By Philip Rucker
Washington Post Staff Writer
Thursday, September 10, 2009
The doctors and the patients they treat at a community hospital in Stafford, in Northern Virginia's exurban frontier, agreed with President Obama's assertions Wednesday that the national health-care system is broken, and most agreed that all Americans should be covered.
But even as Obama presented his ambitious health-care reform agenda in his clearest and most urgent terms yet, he failed to win over some people who for months have opposed progressive elements of his reform plan or who have been uneasy or plain confused about others.
"We do need something," David Varrelman, a longtime police officer, said from his hospital bed as he recovered from gall bladder surgery. "But they've got to come up with something that's going to be paid for and that's not government-controlled."
Earlier in the day, Varrelman, 77, said he could support Obama's efforts if the president made some bipartisan compromises, such as abandoning his proposal for a government-run insurance option. Varrelman likened the public option to "a camel with his nose in the tent. If you let the camel's nose in, before you know it, the whole camel's in the tent, the whole [health-care system] will be government-controlled."
The Stafford Hospital Center opened in February in the heart of Stafford County, a mostly conservative jurisdiction about 45 miles south of Washington populated with exurban commuters and rural farmers. The nonprofit hospital offers a prism through which to understand some of the forces still plaguing Obama's health-care efforts.
In Stafford, as in other Northern Virginia exurbs, Obama had surprising electoral success during last year's presidential contest, outperforming recent Democratic candidates and attracting nearly as many votes as Sen. John McCain (R-Ariz.). But Obama's personal appeal in the region has not translated into support for health-care reform, according to a Washington Post poll showing that voters here mirrored those nationally in their divide on the issue.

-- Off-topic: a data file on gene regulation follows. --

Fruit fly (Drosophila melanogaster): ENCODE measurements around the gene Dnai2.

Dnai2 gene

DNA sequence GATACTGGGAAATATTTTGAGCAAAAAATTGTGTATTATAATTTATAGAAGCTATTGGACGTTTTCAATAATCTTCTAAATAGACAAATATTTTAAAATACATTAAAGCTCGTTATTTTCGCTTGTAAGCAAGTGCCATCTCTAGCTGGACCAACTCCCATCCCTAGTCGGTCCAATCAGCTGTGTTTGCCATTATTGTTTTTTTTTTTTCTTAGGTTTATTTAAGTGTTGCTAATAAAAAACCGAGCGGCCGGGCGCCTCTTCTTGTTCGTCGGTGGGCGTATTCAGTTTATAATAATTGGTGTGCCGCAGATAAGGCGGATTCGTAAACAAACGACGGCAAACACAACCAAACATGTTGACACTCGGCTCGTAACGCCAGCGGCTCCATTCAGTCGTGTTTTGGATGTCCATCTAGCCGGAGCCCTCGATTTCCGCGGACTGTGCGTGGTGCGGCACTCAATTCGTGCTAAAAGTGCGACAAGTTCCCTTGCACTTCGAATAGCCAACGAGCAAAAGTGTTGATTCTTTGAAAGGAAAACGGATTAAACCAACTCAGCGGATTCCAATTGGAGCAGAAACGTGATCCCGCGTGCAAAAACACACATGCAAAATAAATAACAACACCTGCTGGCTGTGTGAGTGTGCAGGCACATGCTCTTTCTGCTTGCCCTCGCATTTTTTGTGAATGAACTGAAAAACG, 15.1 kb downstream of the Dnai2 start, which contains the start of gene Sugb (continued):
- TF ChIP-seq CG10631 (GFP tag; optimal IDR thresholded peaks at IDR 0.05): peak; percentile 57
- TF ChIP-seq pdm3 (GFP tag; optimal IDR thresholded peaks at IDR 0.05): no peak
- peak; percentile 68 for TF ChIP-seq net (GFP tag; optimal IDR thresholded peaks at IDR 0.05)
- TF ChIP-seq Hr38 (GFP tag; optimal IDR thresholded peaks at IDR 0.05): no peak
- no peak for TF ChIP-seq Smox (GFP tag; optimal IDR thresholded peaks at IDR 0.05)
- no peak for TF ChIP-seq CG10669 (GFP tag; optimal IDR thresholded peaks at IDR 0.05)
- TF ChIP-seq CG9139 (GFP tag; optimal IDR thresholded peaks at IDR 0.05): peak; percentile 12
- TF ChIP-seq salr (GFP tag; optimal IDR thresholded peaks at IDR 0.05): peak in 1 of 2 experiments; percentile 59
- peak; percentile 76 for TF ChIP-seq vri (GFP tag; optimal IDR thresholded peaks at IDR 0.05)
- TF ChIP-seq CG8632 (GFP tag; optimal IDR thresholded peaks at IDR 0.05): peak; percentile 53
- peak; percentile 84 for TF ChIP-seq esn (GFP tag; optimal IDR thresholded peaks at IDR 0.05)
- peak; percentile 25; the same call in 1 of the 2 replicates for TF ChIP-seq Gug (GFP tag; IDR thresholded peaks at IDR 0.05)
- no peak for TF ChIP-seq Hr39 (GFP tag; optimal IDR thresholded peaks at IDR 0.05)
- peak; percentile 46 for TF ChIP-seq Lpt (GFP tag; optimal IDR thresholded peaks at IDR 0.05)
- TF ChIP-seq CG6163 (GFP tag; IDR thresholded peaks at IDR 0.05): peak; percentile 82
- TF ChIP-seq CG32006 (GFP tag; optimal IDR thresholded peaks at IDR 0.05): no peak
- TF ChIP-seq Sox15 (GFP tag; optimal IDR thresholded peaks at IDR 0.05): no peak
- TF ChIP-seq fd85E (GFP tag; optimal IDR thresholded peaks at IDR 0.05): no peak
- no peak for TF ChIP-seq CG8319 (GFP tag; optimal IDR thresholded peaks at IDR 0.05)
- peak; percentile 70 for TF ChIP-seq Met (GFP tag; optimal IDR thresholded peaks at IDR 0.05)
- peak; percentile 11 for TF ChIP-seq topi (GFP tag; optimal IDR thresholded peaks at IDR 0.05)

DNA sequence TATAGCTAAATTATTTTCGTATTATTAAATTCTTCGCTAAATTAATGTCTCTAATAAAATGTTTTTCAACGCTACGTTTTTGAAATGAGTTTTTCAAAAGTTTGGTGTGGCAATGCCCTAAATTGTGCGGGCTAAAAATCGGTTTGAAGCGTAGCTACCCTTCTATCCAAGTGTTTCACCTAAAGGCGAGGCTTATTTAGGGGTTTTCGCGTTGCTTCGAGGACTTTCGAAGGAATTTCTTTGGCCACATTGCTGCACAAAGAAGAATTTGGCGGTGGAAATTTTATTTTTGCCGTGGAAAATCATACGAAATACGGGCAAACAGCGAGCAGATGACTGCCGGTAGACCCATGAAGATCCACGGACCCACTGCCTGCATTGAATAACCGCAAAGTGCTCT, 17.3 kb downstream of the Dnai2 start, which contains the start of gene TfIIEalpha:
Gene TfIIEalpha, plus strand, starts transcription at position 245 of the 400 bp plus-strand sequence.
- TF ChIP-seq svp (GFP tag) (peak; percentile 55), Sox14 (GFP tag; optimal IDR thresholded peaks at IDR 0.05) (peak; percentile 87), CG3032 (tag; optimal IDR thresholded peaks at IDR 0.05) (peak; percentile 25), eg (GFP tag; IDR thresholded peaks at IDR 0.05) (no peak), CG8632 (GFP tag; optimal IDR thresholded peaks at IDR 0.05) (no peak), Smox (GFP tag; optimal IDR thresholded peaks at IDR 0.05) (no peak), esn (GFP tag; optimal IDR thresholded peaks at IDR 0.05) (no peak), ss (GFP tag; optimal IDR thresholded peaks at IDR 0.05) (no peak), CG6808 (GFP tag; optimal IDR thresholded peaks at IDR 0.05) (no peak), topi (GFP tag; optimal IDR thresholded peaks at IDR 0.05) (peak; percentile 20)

Overall, 49 percent of residents of Northern Virginia's exurbs called health-care reform a worthy effort, and 48 percent said it would do more harm than good. Yet although a majority of voters here said they were satisfied with their insurance coverage and the quality of health care they receive, census data show that roughly 15,000 residents of Stafford, or 13.2 percent of the population, have no health insurance.
This fact weighs on doctors at Stafford Hospital Center, which treats a steady flow of uninsured patients in its emergency department.
"The national health-care system is already in place, and that is to go to the emergency department," said Shin Sato, the hospital's emergency medical director. "A sore throat or bruised ankle could easily be seen by a primary-care physician, but we see them, and it overwhelms the emergency system."
J. Thomas Ryan, the hospital system's chief medical officer, said that the health-care system is "broken" but that the challenge is fixing it in an affordable way. He said he was encouraged that Obama was including tort reform in his proposal.
"We wholeheartedly support universal access to medical care, but we have to determine if it's an MRI for every time a patient has an ache in their knee or a CAT scan of their head every time they have a headache," Ryan said. "We cannot take the expectations of today's health-care system and hand that to 46 million new people."
In the emergency waiting room Wednesday night, patients had mixed reactions to Obama's speech. As the president told stories about people who languished with no health insurance, Maureen Schmied, waiting with her injured teenage son, grew agitated. The 42-year-old mortgage broker said she fears that a government-run system would be more inefficient than the current system.
"My blood pressure is up," Schmied said. "I'm livid. For every story he tells about somebody who does not have insurance, there's one you can tell about somebody who wouldn't get treatment because the government wouldn't allow it. For every tic, there's a tack."
Asked midway through the speech whether she agreed with any elements of Obama's plan, Schmied shrugged: "Not yet."
"He sounds good and is trying to paint a pretty picture, but it's not an exact science," Schmied said later. "How is the country going to pay for it? We're still knee-deep in the recession. We haven't fixed the economy, but here we're going to take on more debt."
Upstairs on the hospital's second floor, a young couple celebrated the birth of their daughter, Makia, but lamented that they rely on Medicaid for coverage. The father, Aquan Chapman, 18, said he supports Obama's agenda.
"I think about it sometimes," he said. "If I get in an accident, will somebody pay for it and help me out?"
Cecil Nelson, 46, a Stafford contractor who opposes Obama's reform efforts, watched the speech in its entirety as his wife saw a doctor about pain in her side.
Obama "explained a lot of things, yes," Nelson said. "But as far as changing my mind? Not really."
Polling analyst Jennifer Agiesta contributed to this report.